That 1903 incorporation date would have been an interesting time to be in the dried fruit business.  The major cooperative, the California Cured Fruit Association, had started in 1900 and had signed up 3,800 farmers - 75% of the dried fruit growers in the state.  When the 1900 and 1901 crops didn't sell well because of large crops in Europe, prices plummeted and the association couldn't sell their prunes.  In June 1901, they still had half the 1900 crop in their storage bins.  When the CCFA's death throes began, our little upstart might have decided this was the perfect time to enter the business. Campbell already had the large Campbell Fruit Grower's Union and their drying yard (at the current site of the Hyde Cannery), but maybe an independent packer was just what the town needed.

I'd be curious to see who the backers were behind Central Santa Clara Fruit: farmers, financiers, or businessmen? However, there's no information from my usual sources. The ancient county clerk records at the Santa Clara County Archives probably have the articles of incorporation for the company, but I'm not up for taking a day off work just to learn that one tidbit.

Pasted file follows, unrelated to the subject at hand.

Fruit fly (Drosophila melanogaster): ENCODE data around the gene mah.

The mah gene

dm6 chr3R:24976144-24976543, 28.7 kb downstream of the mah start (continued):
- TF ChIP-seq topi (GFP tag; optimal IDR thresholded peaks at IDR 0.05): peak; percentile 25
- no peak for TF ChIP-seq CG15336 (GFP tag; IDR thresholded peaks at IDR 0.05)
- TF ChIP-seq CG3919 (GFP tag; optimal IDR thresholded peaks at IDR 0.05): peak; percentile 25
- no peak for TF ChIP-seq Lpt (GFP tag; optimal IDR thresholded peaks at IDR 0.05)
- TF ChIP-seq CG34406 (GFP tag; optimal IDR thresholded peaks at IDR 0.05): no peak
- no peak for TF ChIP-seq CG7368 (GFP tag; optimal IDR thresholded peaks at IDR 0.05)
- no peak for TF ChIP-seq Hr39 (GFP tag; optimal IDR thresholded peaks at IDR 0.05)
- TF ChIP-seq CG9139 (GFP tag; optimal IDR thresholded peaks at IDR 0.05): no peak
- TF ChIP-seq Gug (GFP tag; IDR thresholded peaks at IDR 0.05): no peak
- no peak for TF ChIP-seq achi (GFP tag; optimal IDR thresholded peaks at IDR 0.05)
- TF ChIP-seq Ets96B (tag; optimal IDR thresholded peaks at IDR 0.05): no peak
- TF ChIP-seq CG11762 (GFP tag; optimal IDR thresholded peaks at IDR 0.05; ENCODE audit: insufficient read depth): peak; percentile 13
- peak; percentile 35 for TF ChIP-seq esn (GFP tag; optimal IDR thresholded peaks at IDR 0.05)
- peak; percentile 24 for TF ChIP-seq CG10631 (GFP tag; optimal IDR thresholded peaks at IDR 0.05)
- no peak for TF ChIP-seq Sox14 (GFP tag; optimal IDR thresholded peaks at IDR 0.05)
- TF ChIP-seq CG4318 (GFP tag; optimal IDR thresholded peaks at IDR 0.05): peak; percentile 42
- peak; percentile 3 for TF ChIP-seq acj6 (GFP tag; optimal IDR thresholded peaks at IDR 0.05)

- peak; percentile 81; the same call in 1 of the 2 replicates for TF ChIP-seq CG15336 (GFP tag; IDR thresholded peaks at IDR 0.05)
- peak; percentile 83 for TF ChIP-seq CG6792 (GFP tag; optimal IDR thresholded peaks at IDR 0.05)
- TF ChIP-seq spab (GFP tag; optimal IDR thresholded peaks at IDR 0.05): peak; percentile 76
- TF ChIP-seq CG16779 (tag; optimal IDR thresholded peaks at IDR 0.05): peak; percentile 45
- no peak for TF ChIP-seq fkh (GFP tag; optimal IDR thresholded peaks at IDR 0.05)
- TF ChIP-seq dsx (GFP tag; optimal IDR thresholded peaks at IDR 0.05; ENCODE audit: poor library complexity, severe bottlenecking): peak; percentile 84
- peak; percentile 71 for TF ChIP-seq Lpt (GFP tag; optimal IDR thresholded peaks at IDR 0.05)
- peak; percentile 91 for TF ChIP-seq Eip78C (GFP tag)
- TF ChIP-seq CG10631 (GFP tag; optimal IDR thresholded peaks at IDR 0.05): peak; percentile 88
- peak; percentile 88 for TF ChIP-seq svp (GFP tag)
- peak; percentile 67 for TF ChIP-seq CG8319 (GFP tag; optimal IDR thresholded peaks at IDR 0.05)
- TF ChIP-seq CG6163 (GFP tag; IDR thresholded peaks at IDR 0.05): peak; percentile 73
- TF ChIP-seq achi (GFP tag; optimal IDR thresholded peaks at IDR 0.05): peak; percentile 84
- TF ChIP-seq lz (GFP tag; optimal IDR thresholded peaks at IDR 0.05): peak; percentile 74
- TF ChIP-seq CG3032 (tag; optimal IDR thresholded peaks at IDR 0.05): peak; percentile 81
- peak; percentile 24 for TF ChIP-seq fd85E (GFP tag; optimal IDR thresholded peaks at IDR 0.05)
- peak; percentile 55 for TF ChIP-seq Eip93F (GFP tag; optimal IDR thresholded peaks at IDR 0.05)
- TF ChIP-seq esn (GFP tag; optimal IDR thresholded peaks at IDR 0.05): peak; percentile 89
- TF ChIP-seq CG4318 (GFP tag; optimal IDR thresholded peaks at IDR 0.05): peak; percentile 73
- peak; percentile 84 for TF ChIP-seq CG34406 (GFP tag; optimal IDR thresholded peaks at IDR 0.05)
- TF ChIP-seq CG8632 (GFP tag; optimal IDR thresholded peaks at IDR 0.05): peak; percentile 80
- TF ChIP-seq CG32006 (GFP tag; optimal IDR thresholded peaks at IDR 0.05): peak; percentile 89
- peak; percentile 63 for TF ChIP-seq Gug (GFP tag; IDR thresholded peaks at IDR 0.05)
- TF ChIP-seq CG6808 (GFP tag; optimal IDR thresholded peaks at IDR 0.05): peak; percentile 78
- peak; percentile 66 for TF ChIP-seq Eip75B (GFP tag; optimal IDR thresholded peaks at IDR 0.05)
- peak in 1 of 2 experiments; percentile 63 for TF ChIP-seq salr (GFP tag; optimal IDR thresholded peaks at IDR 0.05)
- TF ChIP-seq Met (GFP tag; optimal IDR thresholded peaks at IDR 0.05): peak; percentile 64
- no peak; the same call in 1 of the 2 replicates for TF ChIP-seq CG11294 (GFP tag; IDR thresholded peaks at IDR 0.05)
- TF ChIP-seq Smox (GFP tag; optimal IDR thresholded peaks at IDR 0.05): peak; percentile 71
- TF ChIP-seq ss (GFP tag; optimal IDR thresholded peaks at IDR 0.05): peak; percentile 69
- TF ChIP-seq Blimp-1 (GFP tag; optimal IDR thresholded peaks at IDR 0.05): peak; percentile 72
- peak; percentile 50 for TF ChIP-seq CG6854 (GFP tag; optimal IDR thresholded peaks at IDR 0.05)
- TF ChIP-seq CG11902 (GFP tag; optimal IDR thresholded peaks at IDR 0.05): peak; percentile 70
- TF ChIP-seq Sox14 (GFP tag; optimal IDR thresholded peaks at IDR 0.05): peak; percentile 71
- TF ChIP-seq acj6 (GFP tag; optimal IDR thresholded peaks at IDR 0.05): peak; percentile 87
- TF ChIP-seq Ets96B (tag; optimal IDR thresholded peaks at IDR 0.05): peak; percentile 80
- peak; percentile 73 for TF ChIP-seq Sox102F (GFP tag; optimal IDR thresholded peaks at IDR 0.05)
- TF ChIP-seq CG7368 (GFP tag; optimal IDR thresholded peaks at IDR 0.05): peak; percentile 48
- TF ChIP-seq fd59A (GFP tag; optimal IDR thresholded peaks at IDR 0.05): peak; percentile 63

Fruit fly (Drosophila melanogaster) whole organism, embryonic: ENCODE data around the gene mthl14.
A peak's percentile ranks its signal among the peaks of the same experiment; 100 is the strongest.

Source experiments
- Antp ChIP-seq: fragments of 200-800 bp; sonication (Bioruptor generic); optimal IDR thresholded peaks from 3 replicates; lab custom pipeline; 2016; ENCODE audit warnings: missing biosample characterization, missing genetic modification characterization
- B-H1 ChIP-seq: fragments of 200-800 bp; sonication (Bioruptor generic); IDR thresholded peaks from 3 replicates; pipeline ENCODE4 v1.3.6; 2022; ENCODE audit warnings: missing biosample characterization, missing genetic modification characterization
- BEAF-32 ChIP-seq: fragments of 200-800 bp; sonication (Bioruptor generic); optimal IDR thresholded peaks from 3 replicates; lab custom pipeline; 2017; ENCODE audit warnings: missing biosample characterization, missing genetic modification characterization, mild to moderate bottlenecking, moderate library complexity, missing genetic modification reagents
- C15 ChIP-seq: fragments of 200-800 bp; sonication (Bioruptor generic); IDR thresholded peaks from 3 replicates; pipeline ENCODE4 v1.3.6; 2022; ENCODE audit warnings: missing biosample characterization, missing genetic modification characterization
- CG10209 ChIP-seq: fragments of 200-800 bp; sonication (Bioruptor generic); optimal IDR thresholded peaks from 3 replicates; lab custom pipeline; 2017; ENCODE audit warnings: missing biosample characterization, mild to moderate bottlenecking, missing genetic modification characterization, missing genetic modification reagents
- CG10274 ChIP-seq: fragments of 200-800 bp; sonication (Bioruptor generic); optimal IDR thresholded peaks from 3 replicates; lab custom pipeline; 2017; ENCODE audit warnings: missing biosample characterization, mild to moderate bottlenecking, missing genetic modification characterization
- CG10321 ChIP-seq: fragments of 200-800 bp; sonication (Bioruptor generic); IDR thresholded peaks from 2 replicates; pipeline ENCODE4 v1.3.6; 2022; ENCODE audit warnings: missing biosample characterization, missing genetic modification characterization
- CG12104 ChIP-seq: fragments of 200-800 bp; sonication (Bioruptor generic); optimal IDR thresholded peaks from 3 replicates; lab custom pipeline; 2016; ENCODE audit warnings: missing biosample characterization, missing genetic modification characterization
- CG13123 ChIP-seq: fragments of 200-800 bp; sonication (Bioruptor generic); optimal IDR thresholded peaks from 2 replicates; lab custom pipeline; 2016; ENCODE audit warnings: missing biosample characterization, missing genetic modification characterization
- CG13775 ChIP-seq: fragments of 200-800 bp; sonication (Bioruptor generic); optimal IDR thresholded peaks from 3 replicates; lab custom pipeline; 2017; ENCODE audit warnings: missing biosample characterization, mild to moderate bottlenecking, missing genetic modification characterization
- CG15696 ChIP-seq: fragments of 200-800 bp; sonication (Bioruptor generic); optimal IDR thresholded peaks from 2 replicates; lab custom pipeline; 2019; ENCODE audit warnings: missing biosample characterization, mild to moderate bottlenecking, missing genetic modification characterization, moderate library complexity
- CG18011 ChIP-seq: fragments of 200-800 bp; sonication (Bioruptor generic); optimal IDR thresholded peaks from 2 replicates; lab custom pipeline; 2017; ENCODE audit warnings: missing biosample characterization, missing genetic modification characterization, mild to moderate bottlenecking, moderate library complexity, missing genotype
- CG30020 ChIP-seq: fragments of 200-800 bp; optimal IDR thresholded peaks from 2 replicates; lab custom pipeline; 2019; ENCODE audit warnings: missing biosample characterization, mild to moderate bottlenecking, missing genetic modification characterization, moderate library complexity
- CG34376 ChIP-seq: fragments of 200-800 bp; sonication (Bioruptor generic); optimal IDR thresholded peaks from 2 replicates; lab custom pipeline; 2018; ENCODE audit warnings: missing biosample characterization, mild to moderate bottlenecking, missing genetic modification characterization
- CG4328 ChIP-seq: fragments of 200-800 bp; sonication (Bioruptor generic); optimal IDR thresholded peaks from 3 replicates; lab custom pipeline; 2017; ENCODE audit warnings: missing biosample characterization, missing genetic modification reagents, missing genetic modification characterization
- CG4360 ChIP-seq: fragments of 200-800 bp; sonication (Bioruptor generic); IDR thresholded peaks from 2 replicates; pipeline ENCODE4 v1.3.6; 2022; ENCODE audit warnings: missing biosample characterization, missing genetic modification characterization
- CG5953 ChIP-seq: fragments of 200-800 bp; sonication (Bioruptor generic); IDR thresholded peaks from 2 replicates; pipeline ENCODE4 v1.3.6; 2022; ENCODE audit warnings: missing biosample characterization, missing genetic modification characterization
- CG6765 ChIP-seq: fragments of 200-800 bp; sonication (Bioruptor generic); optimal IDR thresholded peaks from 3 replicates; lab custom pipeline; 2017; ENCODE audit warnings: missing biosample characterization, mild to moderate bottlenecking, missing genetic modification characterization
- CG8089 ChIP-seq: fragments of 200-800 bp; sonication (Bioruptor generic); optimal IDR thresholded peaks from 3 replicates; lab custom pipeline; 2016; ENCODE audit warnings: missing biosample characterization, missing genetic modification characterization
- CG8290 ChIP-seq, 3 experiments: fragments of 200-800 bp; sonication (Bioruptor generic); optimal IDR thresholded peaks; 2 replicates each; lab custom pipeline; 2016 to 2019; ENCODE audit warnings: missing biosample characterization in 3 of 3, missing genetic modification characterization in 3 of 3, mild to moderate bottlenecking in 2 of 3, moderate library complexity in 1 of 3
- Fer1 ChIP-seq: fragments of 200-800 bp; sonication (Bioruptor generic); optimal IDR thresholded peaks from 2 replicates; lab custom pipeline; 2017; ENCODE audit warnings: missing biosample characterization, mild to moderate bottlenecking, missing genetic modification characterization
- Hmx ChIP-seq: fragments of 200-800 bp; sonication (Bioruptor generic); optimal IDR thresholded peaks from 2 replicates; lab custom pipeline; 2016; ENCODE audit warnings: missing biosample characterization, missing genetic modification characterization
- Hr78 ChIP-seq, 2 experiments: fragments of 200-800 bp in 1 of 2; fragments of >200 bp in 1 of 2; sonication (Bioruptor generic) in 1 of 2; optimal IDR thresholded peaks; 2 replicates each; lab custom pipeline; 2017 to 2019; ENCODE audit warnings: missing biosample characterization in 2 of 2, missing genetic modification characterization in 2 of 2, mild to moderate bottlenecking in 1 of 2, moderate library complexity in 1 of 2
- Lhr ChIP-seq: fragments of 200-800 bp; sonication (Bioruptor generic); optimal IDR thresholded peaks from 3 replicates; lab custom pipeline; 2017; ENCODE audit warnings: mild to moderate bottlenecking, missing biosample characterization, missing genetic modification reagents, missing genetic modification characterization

That old livery stable space didn't survive very long - the 1928 Campbell Sanborn map shows an empty space on that corner. When I first saw that Sanborn map, I assumed the corner had always had been a vacant and undesirable space, but now it's obvious that the 1899 livery stable just disappeared at some point. Maybe it was fire, or maybe it was modern development, but either way the Central Santa Clara Fruit Company's plant didn't last.

The Sanborn maps show a few other interesting details. I'll let you pick out some, but I'll note that the Sunsweet (formerly Campbell Fruit Union plant) doesn't exist yet - instead, it's site is an empty yard in 1905 that had been marked as a lumberyard in 1899. The Fruit Union didn't get started until September 1909, and the huge plant wasn't built until October 1912 according to the California Fruit News, so there's a few years before the Campbell railroad tracks will be bordered by a continuous row of warehouses.

[Photo of the Central Santa Clara Fruit Company taken from Jeanette Watson's "Campbell: the Orchard City". Check out the book for a couple other photos of a dried fruit startup's home.]